EVO: Carburetor, Intake Manifold & Exhaust


  • 1998 Swiss model Sportsters were equipped with catalytic converters. 1)


“Use the factory studs - They're the only ones out there
with interference fit threads on the head side. 2)


Cometic (bottom) versus HD (top) exhaust gasket comparison 3)

Exhaust Pipes & Cams - Power or Reversion

All exhaust systems have harmonic pressure waves passing down and up the pipes. These waves are initiated by the operation of the exhaust valves. The waves move back and forth, with new waves combining or competing with the existing waves in the exhaust system, to either help move the exhausted mixture out of the pipes or back toward the cylinder. In a complicated way, the rpm of the engine is creating a certain frequency of new waves while the length and shape of the exhaust system is reflecting those waves at its own frequency.

This complex combination of frequencies causes each exhaust system design to have it's own characteristics of helping the combustion cycle at certain rpms (making more power) and hindering that cycle operation at other rpms (creating reversion and less power). The trick is to match the right exhaust system and cams so they are working together to efficienctly create the most power.

In the following quotations, of an XLForum discussion about stock 'D' cams versus Andrews 'N4' cams, Aaron Wilson provides a very good explanation:

Quoting Aaron Wilson from the XLForum (aswracing):4)

Well, contrary to what you might hear, the N4's are quite capable of delivering more bottom end than the stock D cams. The reason is that they have overlap, where the “D” cams have very little.

Overlap is the period in time when the exhaust valve is almost closed and the intake valve starts to open. There's a window of time when both valves are open. The piston passes through TDC during this window, finishing it's exhaust stroke and starting it's intake stroke.

Imagine what's going on right then. A whole bunch of hot, high pressure exhaust has just left the cylinder. Sitting in the intake tract is a fresh, relatively cool, air/fuel charge sitting at low pressure. Both valves are open.

The piston starts down, and starts pulling. Where is it going to pull from? The answer is that it wants to pull from the exhaust. That's where all that hot, high pressure is sitting.

So what makes it pull from the intake instead?

It's extremely critical that the exhaust system creates a suction wave right then. If it does, the suction wave will actually pull on the intake tract (remember, both valves are open) and get that fresh charge moving before the piston even starts pulling on it. If the exhaust system does this, it greatly helps cylinder fill.

On the other hand, if the exhaust has high pressure right then, it'll actually push the intake charge back out the intake tract, really screwing up the cylinder fill. What's more, the intake charge will go back out the carb. Then when the piston goes down and the exhaust valve closes, the piston will pull on the intake again. The intake charge ends up passing through the carb three times: in, out, and back in again, picking up fuel each time.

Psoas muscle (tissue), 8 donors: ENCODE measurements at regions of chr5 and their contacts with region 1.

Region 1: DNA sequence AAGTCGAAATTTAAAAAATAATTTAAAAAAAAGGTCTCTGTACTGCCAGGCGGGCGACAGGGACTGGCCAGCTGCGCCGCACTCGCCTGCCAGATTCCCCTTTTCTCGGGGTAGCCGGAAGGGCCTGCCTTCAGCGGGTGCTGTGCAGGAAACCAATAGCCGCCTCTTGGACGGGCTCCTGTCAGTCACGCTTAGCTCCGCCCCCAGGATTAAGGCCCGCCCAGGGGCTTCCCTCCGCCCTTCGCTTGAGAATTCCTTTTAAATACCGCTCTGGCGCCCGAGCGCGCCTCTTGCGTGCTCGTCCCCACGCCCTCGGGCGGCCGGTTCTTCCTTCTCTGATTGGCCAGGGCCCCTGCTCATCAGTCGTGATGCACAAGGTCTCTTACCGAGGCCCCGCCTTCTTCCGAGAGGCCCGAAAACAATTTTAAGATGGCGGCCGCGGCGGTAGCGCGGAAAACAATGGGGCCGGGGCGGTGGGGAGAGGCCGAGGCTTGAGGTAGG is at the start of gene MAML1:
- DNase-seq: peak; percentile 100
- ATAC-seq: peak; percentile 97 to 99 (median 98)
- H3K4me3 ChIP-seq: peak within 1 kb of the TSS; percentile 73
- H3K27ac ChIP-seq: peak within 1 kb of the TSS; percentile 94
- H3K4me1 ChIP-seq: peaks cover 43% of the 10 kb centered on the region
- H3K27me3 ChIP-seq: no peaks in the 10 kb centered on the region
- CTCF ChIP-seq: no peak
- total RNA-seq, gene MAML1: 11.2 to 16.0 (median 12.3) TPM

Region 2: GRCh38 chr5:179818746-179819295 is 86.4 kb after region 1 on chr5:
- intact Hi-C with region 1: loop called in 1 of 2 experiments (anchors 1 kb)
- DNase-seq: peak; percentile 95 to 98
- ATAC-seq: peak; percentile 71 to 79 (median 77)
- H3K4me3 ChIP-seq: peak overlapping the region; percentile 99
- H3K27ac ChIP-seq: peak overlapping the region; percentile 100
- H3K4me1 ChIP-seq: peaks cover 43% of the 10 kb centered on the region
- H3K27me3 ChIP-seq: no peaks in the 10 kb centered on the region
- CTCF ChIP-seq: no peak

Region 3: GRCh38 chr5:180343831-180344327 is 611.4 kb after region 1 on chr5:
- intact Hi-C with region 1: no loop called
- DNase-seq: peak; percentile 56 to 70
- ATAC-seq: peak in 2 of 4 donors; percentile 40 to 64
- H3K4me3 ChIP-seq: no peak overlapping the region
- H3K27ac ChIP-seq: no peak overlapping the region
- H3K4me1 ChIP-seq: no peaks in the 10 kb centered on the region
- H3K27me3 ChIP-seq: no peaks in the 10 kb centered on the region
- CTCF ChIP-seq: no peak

This phenomenon is called a “reversion” and it's readily identified by a dip in the torque curve (a torque curve is essentially a map of the cylinder fill) and a rich area in the a/f ratio. Also, you generally see a fog just outside the carb opening (called a “stand-off”).

The bottom line is that overlap connects the intake to the exhaust, and as such, gives the pipe a lot of control over the cylinder fill. When you put those N4's in your bike, you're going to be making the exhaust system really, really critical.

From 96-02, Buell made a lot of bikes with N4's in them from the factory, and also a lot of bikes with “D” cams factory. The N4 equipped bikes (S1's, X1's, S3's) had a huge hole in the middle of their powerband, because the factory pipe reverted like a bitch through the midrange. The M2 didn't have this hole, even though it had the same exhaust, because it's “D” cams had so little overlap. So as delivered, it was the torque bike, and the others were high horsepower bikes (the pipe pulled at high rpm).

HOWEVER, the Buelling world quickly figured out that by replacing the factory muffler on their S1/X1/S3 with a good aftermarket piece, they could fill in that hole in the powerband, and when they did, it was actually stronger through the midrange than an M2 with the stock pipe. The fact of the matter is that overlap with a pipe that's pulling is a good thing; it helps cylinder fill greatly. Even though the intake close timing of the N4 is biased up the rpm range, it was making more torque than the “D” cam equipped M2 because the extra overlap coupled with a pipe that pulled through the midrange more than made up for it.

So in summary, I'd say yes, the N4's are an excellent choice, but be sure your pipe works for you, and not against you. I really like Supertrapp 2:1's myself, for street use.
(end quote)

Quoting Aaron Wilson from the XLForum (aswracing): 5)

With respect to your question on the powerband, it has an enormous amount to do with the pipe.
The N4's have massively more overlap than the D's. So the pipe is going to be in control.

If your pipe is pulling hard at low and mid range, you're actually going to gain power in the low and mid range. Basically, wherever your pipe pulls, that's where you'll have power. If the pipe pushes back at some rpm, though, these cams are going to cost you a bunch of power there.

The shape of the torque curve tells the story. It's a map of cylinder pressure, which for all intents and purposes is a map of cylinder fill. A perfect torque curve is table flat. Where it comes up from that tends to be where the pipe is working. Where it drops from that tends to be where the pipe is pushing back. When it's pushing back, the afr also tends to go rich.
(end quote)

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